The principles of urban planning are like “grammar in language,” according to celebrated Singaporean architect and urban planner Thai-Ker Liu. “Grammar is observed by any writer. Poor writers with poor grammar produce poor works of literature. [Urban] planning is the same.”
Liu spoke at an ASNC event on May 28 to mark the launch of a new Pacific Cities Sustainability Initiative report, Tomorrow’s City Today, which presented insights from the 2013 PCSI Annual Forum held in Hong Kong last February. Drawing from his many years’ experience as CEO of Singapore’s Housing and Development Board and the Urban Redevelopment Authority, Liu said that to “put a city together, you must know what are its spare parts and how to assemble it. It must be user friendly, must work beautifully, and it must be attractive.” He also emphasized the critical importance of respecting the natural environment.
Joining Liu at the event was the Dean of the College of Environmental Design at UC Berkeley, Jennifer Wolch, and urban planner Lewis Knight of Gensler, one of the world's foremost architecture and design firms. Jeffrey Heller, president of Heller Manus Architects and a member of ASNC's Advisory Board, moderated the panel discussion.
Mounting consumption of natural resources, particularly in the context of food security, was one of the focal points for the night’s discussion. “We’re consuming an amazing amount of stuff,” Wolch argued. She went on to note that “the systems of governance, the politicization of government, control by global corporations—all these dynamics associated with globalization and capitalism—are really in need of being rethought.”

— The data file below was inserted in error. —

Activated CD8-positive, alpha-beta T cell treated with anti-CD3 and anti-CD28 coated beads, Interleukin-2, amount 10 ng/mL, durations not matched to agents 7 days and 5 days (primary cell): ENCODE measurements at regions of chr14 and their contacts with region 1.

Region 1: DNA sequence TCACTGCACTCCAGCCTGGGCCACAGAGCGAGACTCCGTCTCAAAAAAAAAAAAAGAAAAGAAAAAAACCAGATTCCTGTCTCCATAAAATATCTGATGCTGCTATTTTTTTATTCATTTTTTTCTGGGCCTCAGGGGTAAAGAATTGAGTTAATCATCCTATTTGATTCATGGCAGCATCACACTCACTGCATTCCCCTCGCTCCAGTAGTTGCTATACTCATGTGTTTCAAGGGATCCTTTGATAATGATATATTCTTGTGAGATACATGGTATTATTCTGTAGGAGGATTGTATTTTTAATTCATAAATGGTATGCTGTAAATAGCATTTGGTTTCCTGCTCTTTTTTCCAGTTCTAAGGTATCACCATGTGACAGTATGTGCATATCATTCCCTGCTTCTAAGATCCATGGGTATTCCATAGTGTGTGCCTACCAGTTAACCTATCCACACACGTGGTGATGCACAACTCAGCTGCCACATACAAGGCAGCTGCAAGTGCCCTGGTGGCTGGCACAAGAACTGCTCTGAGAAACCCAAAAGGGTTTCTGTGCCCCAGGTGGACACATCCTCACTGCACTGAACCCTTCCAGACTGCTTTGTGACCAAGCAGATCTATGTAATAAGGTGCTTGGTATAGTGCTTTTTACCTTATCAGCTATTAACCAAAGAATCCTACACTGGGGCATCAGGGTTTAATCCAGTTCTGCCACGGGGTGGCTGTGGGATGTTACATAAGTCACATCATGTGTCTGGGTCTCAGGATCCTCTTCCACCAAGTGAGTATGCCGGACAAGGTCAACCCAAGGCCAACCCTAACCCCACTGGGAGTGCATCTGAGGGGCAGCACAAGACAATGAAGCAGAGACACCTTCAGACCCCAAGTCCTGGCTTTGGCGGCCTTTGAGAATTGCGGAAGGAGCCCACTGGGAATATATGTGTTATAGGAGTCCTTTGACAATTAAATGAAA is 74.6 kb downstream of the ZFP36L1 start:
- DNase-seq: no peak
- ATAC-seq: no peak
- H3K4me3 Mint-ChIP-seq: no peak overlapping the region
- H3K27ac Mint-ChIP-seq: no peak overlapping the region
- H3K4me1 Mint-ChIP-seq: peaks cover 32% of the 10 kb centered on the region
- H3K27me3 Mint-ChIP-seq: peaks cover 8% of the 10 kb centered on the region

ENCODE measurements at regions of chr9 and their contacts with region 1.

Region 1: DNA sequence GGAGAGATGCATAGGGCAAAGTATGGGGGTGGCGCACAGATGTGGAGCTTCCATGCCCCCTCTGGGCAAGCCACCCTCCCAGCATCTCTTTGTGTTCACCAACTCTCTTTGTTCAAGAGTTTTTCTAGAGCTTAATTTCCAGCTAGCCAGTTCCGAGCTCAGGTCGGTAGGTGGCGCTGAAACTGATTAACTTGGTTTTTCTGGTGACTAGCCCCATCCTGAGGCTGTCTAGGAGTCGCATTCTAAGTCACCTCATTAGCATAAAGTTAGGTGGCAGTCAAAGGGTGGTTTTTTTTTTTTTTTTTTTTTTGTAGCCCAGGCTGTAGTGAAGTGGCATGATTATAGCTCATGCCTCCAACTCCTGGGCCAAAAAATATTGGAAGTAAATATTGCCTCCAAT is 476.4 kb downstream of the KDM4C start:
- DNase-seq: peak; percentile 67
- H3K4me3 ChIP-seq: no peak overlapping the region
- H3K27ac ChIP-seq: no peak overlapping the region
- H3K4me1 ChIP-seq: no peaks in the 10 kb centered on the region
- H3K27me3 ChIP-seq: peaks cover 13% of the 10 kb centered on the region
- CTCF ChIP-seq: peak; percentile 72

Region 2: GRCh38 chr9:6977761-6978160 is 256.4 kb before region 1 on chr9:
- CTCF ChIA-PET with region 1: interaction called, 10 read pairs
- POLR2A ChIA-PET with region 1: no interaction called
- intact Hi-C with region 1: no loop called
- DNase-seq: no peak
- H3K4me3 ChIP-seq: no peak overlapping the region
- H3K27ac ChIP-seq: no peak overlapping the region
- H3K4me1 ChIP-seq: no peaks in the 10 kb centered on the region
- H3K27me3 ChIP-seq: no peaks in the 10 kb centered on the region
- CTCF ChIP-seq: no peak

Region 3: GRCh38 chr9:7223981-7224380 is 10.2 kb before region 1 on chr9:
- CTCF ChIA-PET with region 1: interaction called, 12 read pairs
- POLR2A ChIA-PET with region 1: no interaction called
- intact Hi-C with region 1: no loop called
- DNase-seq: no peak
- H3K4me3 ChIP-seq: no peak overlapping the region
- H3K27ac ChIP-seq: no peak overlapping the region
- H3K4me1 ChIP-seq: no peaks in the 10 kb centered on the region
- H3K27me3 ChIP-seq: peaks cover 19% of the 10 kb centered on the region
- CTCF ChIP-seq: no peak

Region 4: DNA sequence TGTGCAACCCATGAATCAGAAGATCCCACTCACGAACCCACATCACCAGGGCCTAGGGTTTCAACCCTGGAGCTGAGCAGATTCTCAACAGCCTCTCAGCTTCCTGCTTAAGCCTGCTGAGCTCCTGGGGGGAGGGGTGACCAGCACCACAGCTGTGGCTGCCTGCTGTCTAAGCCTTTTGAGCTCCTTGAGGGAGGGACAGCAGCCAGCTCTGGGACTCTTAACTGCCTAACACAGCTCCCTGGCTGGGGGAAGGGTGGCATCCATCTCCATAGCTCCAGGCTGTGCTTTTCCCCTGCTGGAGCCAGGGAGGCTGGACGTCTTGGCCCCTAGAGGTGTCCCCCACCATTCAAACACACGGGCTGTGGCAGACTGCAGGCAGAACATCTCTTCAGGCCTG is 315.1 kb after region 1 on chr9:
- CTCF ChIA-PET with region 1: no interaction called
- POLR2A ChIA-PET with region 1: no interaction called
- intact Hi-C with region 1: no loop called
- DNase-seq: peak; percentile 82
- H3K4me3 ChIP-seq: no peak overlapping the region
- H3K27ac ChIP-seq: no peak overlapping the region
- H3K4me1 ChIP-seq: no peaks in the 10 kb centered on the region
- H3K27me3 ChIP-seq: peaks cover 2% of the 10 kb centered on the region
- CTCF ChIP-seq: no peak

Knight agreed, adding that food security is a critical piece of the urbanization puzzle. “Since 1950 the globe hasn’t added any arable land to global production…The land we’re using now is becoming stale and competing against biofuels.” He went on to warn that “we can’t feed ourselves.” The problem is even more acute in light of global climate change.
Wolch pointed to education as essential to changing how we will address sustainability in today's cities as well as climate change. “Increasingly, problems tackled on an everyday basis are multidisciplinary. We need fearless, persistent voices to educate people in a variety of ways.” She also hoped “public intellectuals” would have the courage to look “outside of their immediate professional comfort zone” for solutions.
When asked about the sometimes-conflicting roles of leadership and political democracy, Liu said that strong leadership is critical, adding that it is essential to educate political leaders. But he also noted that “if a leader’s value is wrong, the democratic process will not help the city.” Political leaders must make informed, not populist decisions, Liu said. “Blind faith in citizens’ feedback to build a city” is not a good approach.
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